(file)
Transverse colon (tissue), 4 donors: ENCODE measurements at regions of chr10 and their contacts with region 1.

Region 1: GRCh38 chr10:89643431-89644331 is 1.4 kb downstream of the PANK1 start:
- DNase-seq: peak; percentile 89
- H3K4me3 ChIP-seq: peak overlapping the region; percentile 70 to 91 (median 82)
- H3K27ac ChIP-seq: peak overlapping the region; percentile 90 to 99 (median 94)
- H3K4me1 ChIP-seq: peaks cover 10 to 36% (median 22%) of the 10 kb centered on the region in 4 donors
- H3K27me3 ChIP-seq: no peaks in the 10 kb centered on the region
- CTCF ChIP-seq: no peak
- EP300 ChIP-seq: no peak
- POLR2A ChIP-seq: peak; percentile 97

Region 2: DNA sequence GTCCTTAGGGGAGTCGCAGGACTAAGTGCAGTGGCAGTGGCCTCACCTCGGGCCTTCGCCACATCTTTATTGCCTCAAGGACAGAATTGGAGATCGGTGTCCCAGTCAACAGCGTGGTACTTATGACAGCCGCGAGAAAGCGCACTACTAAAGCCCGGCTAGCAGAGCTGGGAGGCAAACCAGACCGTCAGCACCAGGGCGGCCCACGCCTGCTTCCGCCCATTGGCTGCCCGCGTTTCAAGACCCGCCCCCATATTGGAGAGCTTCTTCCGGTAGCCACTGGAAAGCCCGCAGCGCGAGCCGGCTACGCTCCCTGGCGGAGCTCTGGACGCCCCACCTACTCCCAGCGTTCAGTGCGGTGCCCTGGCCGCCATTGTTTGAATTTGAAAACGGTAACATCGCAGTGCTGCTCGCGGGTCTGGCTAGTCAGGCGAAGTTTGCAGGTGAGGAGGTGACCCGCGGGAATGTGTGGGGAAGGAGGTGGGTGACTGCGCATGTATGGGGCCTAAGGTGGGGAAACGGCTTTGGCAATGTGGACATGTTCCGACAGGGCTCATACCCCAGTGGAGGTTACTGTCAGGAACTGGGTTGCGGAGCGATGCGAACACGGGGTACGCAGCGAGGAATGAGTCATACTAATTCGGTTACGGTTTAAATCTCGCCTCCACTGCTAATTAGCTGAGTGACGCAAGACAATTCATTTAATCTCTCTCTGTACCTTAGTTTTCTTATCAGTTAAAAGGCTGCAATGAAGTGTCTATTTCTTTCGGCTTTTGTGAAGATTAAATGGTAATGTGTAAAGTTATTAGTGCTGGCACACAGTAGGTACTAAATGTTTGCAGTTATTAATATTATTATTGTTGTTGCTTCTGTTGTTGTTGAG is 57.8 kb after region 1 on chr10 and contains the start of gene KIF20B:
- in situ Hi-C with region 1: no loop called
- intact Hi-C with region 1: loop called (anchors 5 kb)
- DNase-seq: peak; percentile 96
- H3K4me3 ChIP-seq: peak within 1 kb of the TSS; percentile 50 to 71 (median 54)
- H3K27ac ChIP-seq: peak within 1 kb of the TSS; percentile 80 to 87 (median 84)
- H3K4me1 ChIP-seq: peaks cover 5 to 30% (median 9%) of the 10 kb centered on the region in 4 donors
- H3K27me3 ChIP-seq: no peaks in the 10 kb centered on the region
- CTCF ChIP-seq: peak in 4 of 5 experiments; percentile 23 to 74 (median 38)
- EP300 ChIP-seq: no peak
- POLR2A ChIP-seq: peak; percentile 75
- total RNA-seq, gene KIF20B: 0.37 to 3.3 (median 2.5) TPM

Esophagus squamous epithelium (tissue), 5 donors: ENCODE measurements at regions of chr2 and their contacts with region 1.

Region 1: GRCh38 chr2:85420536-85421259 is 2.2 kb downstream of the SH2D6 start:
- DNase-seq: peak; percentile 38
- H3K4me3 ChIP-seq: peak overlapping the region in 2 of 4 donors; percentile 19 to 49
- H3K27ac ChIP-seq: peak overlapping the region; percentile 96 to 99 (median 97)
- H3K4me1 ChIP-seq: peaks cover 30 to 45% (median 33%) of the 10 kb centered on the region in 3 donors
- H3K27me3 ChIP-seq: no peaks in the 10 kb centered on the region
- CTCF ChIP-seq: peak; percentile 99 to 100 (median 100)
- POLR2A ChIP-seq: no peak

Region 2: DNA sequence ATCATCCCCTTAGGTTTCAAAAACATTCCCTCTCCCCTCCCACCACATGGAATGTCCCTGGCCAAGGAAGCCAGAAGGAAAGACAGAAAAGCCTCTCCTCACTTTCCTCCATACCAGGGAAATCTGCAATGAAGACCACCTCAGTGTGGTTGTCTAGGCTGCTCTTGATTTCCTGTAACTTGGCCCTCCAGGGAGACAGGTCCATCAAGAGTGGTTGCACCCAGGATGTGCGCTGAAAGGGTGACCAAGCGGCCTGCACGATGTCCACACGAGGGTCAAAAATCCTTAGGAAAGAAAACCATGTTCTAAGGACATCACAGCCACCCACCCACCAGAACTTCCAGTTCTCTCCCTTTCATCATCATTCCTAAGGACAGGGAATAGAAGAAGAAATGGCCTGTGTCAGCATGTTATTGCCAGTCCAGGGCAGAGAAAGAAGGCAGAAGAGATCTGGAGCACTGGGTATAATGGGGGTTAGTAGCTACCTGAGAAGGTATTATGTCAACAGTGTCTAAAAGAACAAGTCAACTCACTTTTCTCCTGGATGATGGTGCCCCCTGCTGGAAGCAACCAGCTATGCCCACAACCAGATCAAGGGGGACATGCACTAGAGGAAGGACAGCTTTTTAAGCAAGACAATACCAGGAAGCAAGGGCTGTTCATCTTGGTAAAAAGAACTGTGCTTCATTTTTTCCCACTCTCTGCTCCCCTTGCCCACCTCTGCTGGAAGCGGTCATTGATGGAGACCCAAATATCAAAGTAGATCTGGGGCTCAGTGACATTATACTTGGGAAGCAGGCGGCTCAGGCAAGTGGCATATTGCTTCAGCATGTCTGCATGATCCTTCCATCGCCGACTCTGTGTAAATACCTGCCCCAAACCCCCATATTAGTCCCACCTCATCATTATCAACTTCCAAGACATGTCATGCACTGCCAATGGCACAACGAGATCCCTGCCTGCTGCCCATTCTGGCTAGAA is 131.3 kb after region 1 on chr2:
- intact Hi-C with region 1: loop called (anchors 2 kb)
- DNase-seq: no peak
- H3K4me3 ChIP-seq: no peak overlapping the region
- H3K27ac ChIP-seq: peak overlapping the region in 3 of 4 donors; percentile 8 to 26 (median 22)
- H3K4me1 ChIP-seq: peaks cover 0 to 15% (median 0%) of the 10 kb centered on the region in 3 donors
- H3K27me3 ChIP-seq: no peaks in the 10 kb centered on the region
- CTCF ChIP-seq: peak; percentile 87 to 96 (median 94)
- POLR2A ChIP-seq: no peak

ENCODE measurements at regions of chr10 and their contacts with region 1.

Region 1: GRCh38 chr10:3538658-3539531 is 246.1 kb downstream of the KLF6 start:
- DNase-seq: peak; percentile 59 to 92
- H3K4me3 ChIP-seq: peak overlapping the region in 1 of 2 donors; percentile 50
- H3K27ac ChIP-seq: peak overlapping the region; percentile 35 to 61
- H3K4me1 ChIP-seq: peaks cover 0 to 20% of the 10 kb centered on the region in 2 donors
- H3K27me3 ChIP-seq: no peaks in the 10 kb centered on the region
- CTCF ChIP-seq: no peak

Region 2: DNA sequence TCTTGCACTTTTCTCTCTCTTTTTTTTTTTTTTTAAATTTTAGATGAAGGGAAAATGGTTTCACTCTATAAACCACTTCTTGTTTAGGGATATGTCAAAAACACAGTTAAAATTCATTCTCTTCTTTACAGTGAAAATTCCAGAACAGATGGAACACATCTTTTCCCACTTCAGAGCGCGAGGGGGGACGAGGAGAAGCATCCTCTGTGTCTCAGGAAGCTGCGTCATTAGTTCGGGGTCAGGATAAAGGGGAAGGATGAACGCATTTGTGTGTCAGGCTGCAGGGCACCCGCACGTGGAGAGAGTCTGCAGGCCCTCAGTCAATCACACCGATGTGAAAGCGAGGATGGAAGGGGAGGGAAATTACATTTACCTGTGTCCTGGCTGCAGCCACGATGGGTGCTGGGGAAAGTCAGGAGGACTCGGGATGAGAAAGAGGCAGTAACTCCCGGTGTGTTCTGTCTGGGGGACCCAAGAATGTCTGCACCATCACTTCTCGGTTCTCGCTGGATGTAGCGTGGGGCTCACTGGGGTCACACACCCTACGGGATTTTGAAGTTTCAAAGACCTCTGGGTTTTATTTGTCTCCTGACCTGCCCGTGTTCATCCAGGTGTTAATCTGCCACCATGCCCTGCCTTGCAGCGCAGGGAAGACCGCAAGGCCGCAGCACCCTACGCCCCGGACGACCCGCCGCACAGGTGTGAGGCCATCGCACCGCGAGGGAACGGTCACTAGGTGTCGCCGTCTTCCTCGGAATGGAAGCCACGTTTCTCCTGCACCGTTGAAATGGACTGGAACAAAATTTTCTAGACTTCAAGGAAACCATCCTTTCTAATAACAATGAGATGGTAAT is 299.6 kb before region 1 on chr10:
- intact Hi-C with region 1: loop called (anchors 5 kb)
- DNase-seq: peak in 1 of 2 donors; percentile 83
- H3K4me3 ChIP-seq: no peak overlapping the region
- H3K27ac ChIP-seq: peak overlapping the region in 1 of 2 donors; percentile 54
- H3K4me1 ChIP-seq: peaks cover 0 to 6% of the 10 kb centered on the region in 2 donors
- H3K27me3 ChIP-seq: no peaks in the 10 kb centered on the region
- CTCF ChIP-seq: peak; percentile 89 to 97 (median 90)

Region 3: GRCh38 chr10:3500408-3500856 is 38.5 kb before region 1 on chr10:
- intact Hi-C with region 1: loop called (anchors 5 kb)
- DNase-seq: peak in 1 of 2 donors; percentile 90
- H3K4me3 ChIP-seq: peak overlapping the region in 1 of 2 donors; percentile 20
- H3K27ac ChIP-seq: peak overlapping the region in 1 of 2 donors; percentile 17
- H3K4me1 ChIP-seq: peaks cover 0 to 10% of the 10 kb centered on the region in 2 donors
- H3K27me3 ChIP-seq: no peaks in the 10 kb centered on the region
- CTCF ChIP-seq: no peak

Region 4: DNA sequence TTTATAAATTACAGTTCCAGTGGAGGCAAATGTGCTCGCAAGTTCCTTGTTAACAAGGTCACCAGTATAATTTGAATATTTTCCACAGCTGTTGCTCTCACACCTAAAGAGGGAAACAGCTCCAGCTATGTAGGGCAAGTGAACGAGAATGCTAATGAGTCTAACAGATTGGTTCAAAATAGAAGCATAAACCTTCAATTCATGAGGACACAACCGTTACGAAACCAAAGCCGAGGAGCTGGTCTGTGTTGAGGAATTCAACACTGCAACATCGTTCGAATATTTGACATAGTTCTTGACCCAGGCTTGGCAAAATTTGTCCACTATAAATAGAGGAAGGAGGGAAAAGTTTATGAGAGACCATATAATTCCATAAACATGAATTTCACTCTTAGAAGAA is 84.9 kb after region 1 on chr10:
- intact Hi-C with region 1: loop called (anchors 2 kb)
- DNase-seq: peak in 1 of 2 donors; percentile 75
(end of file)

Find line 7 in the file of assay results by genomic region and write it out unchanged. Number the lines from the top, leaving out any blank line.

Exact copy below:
- H3K27me3 ChIP-seq: no peaks in the 10 kb centered on the region